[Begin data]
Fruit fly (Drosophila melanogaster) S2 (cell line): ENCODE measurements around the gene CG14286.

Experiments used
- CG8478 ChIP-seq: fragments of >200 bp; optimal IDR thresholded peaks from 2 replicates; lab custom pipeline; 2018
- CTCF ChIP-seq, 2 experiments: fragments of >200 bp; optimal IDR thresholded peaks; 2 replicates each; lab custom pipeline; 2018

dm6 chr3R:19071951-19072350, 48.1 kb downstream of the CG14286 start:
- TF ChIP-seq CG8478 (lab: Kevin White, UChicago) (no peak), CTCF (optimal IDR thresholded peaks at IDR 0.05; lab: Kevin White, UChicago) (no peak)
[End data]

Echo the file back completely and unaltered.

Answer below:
Fruit fly (Drosophila melanogaster) S2 (cell line): ENCODE measurements around the gene CG14286.

Experiments used
- CG8478 ChIP-seq: fragments of >200 bp; optimal IDR thresholded peaks from 2 replicates; lab custom pipeline; 2018
- CTCF ChIP-seq, 2 experiments: fragments of >200 bp; optimal IDR thresholded peaks; 2 replicates each; lab custom pipeline; 2018

dm6 chr3R:19071951-19072350, 48.1 kb downstream of the CG14286 start:
- TF ChIP-seq CG8478 (lab: Kevin White, UChicago) (no peak), CTCF (optimal IDR thresholded peaks at IDR 0.05; lab: Kevin White, UChicago) (no peak)